Valerie’s Story

I am a nurse employed at an excellent abortion clinic and I have been a pro-choice feminist all of my life. As such, I commend all of your readers for not being sorry for taking their lives into their own hands and for being brave enough to speak about it later.

The reason I’m writing though is that it seems that some women have been unsatisfied with their experiences at their clinics, feeling that they were not treated very well. I understand that not all clinics are created equal, and while I realize that everyone at my clinic is treated with respect, I can’t speak for places that I haven’t been employed at. But it does seem like some of your readers don’t have any idea what it’s like to work in an abortion clinic.

We get hate mail and threats every day. We fight past the protesters who shout hateful threatening things every day. We are denied respect and services in our communities because of what we do. Our fellow health professionals think badly of us, i.e., you must be a bad practitioner to work in an abortion clinic (another abortion myth). Our clinics are closed due to arson or acid attacks and the employees aren’t paid, because it’s a choice of paying your employees and not being able to reopen the clinic at all or not paying them and being able to still exist. My doctor has been shot at, twice. My clinic director has been stalked at her home, threatened with a gun. Her children have been targeted because of what their mother does for a living. Antis have chained themselves to our chairs, have blocked the clinic door. There isn’t a day goes by that one of us isn’t called a murderer. Recently, one of our African American employees was called a slave by a protester. I personally was almost denied a home loan due to my place of employment. This is what it’s like for us, everyday.

And yet, we still keep going to work. Trust me, either owning or working at an abortion clinic is not exactly the most profitable endeavor. I’m poor and my bosses have each made considerable donations (we are talking thousands) from their own personal bank accounts to keep the clinic open in times of strife. And some patients (not necessarily that wrote to this site) just don’t understand that. They don’t understand that their friends cannot be with them the whole time because we have no idea if their friend isn’t an anti who would be more than happy to murder me or my doctor or other patients. They seem unwilling to accept that our strict confidentiality rules are there for everyone’s protection. They don’t understand that they were lucky to have student nurse taking their blood, because it’s almost impossible to find pro-choice staff. And yes, girls, sometimes doctors will be cranky and nurses may check their nails. Maybe that doctor was shot at that morning, maybe the nurse was actually ruminating on the fact she had been called a slave when she was looking at those nails. It’s no excuse, but the truth is that as stressful as it can be to be stuck in an unwanted pregnancy, it is just as stressful to be the person with the open hand helping you out of your hole. Because after a girl receives a safe, legal abortion she can go home and recover, repair, heal and restore herself. But the people that provide those services don’t always have that option.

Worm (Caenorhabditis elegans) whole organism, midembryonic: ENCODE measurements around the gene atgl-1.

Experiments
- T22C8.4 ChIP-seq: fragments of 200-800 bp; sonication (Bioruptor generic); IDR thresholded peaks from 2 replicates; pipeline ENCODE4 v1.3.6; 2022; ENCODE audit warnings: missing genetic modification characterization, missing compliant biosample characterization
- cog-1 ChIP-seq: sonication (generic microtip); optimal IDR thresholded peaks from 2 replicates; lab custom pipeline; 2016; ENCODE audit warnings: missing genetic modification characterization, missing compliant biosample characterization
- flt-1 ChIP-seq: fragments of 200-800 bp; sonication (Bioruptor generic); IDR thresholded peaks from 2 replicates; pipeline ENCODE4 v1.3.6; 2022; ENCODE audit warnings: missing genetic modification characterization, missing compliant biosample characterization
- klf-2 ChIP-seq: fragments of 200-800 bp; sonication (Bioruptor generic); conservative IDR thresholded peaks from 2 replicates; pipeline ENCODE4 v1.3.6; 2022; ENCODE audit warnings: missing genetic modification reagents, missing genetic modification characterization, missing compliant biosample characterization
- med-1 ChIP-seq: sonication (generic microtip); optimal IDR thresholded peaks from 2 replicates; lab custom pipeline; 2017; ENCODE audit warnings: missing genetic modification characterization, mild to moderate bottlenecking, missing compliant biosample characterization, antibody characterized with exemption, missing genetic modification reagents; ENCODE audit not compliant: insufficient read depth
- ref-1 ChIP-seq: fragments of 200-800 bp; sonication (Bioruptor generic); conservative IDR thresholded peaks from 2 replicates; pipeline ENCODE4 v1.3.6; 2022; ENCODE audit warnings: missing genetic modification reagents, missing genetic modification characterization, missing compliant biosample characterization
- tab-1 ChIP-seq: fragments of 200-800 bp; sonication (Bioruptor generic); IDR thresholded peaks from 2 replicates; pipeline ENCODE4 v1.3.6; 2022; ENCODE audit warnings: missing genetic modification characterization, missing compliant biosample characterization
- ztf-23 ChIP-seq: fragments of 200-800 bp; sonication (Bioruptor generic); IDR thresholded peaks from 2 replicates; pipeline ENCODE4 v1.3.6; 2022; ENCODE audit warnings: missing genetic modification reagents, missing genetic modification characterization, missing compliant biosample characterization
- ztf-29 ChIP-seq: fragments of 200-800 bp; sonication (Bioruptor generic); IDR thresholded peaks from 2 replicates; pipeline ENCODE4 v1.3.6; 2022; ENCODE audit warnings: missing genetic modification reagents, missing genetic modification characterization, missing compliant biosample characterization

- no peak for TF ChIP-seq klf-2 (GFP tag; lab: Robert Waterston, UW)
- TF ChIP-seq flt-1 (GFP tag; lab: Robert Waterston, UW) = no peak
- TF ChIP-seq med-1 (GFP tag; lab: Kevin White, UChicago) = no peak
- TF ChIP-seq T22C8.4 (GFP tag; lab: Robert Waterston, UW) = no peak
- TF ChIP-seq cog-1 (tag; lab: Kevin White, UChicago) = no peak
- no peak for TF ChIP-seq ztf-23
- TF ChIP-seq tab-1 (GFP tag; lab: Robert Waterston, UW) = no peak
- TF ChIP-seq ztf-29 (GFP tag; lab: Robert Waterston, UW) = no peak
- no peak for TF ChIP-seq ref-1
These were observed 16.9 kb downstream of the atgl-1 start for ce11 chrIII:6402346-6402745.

The doctor at my clinic literally hasn’t taken a vacation since he went on his honeymoon years ago. He suffers from several stress induced stomach problems, but he still makes it every single day though he lives hours and hours away. He may be heading to the bathroom to vomit painfully between each and every procedure, stopping the car to vomit on the way the work, but he’s still there. Because to turn anyone away is not an option for any of us. I went to work myself on the morning I found out I had a lifetime debilitating illness. So girls, try to understand that we are all out there trying to do the best we can, and if any of us drop the ball in the courtesy department, try asking us why we’re so upset. After all, we are all human and deserve a second chance. And the fact that abortions providers will give up their well being, their peace of mind and sometimes their lives for other people’s second chances certainly means they should get one every once in a while.

As a side note, if you do feel you’ve been the victim of something besides crankiness, discrimination of any kind, speak up! To the clinic director, to the Planned Parenthood headquarters in your state, to someone at the clinic who treated you kindly. They will listen. But remember to keep speaking up for the right of other women to have abortions. Vote, give money or time to local pro-choice organizations, and talk to your friends about birth control. Even though it should be, the right to have an abortion is not inherent in human rights in this country and it’s possible that we are going to end up without that right if people don’t start using their voices. Better yet, go to nursing school or medical school and become an abortion provider. We need you, as much as you needed us.